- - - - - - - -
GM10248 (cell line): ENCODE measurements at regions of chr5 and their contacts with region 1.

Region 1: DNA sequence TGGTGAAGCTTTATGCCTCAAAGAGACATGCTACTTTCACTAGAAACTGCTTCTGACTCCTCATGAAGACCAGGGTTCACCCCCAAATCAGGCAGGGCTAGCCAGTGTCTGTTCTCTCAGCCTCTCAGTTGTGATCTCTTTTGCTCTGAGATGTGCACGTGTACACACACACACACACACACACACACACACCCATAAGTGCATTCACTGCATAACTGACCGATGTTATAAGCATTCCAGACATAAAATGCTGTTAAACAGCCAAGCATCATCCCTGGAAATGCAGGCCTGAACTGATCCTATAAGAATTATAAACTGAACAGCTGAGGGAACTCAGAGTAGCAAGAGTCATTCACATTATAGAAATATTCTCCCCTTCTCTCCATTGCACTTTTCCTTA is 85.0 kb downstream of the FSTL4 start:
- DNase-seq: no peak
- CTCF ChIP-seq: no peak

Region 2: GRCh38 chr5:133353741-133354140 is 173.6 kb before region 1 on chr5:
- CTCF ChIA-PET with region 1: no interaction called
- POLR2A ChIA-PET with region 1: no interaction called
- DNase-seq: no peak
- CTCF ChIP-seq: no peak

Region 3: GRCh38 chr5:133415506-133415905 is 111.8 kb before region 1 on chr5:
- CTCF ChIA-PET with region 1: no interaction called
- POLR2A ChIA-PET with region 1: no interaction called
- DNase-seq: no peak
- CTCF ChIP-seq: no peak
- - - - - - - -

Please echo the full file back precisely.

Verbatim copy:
GM10248 (cell line): ENCODE measurements at regions of chr5 and their contacts with region 1.

Region 1: DNA sequence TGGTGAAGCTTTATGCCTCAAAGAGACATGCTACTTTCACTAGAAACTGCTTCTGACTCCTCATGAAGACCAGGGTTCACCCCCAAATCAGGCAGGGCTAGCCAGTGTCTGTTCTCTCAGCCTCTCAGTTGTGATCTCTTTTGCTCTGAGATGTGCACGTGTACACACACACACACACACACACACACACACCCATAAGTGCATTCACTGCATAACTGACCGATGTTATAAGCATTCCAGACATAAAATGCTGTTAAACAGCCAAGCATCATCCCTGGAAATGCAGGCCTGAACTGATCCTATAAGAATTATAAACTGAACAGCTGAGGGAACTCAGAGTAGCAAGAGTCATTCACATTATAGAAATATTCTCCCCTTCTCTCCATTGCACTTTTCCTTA is 85.0 kb downstream of the FSTL4 start:
- DNase-seq: no peak
- CTCF ChIP-seq: no peak

Region 2: GRCh38 chr5:133353741-133354140 is 173.6 kb before region 1 on chr5:
- CTCF ChIA-PET with region 1: no interaction called
- POLR2A ChIA-PET with region 1: no interaction called
- DNase-seq: no peak
- CTCF ChIP-seq: no peak

Region 3: GRCh38 chr5:133415506-133415905 is 111.8 kb before region 1 on chr5:
- CTCF ChIA-PET with region 1: no interaction called
- POLR2A ChIA-PET with region 1: no interaction called
- DNase-seq: no peak
- CTCF ChIP-seq: no peak